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Websites with transparent security
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leke
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PostPosted: Mon Aug 13, 2012 4:38 pm    Post subject: Websites with transparent security Reply with quote

Should websites be legally required to be transparent about how they store their user data? I think it could improve the rather lapse security some sites are still using nowadays, and force them to rethink by getting complaints from users in the know.
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guy
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PostPosted: Mon Aug 13, 2012 8:23 pm    Post subject: Re: Websites with transparent security Reply with quote

leke wrote:
Should websites be legally required to be transparent about how they store their user data? I think it could improve the rather lapse security some sites are still using nowadays, and force them to rethink by getting complaints from users in the know.

No. That's like a bank publishing where in the basement it keeps its strong boxes. It's an open invitation to thieves.

Privacy laws already require Tesco to keep your user data safe. If you think they are breaking the law, take it up with your MP - or, if you have evidence, take it to a solicitor who can advise you how to proceed without getting arrested for data theft.

Security through obscurity may be mostly bad for your software, but it is mostly good for your data.
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nelz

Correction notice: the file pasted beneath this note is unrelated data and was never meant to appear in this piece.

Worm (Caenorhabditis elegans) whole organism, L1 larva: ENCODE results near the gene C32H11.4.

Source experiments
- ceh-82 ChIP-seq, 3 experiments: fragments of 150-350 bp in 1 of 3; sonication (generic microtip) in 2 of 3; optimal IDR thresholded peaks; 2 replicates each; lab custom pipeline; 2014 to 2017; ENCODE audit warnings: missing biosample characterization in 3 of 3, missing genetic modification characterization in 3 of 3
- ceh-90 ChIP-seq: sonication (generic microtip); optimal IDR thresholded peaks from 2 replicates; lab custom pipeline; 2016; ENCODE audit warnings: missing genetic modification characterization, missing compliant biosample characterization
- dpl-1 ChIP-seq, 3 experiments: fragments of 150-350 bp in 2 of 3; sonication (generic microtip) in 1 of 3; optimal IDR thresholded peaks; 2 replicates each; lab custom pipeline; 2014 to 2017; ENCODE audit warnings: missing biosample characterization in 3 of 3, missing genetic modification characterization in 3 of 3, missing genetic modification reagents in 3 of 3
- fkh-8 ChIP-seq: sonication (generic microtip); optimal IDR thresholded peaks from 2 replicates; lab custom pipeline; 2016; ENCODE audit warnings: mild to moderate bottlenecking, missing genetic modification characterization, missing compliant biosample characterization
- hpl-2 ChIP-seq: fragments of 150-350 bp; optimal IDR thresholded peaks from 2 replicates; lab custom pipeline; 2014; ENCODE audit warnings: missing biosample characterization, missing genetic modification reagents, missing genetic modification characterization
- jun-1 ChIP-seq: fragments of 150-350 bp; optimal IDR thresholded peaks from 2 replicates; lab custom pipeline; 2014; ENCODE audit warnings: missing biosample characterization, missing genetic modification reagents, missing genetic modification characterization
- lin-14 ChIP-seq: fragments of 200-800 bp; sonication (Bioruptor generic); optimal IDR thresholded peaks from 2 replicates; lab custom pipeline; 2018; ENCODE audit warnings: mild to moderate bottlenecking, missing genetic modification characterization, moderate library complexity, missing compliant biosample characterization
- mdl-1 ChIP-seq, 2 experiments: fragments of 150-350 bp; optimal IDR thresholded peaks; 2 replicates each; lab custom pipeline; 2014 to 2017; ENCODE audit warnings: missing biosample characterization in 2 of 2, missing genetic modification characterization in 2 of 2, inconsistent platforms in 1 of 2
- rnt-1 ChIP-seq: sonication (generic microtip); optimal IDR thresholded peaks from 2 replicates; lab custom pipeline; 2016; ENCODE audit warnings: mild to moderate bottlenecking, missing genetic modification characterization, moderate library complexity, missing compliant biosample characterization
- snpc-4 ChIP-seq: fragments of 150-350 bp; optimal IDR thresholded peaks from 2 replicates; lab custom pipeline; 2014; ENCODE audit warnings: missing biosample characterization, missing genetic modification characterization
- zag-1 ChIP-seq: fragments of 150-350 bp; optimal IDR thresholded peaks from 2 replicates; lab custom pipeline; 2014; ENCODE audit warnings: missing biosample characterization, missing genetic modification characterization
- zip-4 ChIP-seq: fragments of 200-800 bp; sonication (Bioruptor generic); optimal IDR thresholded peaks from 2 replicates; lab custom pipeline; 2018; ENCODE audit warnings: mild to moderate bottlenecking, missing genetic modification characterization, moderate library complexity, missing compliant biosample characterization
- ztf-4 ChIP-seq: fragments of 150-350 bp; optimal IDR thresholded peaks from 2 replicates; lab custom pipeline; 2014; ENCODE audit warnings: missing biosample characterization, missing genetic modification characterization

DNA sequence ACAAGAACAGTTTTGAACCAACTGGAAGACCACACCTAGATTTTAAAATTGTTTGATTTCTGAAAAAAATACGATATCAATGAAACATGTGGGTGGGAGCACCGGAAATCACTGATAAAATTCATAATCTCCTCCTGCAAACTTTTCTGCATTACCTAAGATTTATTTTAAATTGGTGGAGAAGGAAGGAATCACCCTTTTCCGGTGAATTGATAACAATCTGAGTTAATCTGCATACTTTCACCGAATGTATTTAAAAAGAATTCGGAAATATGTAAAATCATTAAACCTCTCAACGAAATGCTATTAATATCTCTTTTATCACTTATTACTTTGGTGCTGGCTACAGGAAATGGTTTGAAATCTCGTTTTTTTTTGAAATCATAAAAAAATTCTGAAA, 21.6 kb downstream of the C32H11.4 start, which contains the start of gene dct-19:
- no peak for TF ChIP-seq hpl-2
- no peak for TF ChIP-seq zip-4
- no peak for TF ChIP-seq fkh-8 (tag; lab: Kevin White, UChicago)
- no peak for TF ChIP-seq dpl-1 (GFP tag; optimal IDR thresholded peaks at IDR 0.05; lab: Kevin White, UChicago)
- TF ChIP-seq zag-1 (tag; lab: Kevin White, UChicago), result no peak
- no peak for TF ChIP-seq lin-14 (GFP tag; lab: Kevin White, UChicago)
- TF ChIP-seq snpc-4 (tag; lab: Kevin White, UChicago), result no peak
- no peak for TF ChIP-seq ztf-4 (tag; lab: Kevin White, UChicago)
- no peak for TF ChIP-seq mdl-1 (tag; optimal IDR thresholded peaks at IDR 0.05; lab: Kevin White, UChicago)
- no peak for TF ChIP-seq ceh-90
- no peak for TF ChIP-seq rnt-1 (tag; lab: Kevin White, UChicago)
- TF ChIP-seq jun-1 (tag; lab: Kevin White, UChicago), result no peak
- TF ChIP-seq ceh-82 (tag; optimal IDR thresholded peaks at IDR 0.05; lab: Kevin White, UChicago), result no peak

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PostPosted: Mon Aug 13, 2012 10:59 pm    Post subject: Reply with quote

Security through obscurity is never good, but the question was about how the data is stored, not where.

"Keep the algorithm open and the key secret". If data is stored using a proprietary system, how are we supposed to know it is secure? Not that forcing sites to publicise details of the strength of their security would do any good. All it would do is result in a pissing contest over how many more bits of security a site uses than its competitors. It would become a tool for marketing to the ignorant rather than a genuine statement of the relevant facts.
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Rhakios
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PostPosted: Mon Aug 13, 2012 11:10 pm    Post subject: Reply with quote

And as Lloyds Bank and Jessica Harper have demonstrated for us recently, it doesn't matter how good your security is if it's exploited from the inside.
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PostPosted: Tue Aug 14, 2012 12:32 am    Post subject: Re: Websites with transparent security Reply with quote

leke wrote:
Should websites be legally required to be transparent about how they store their user data?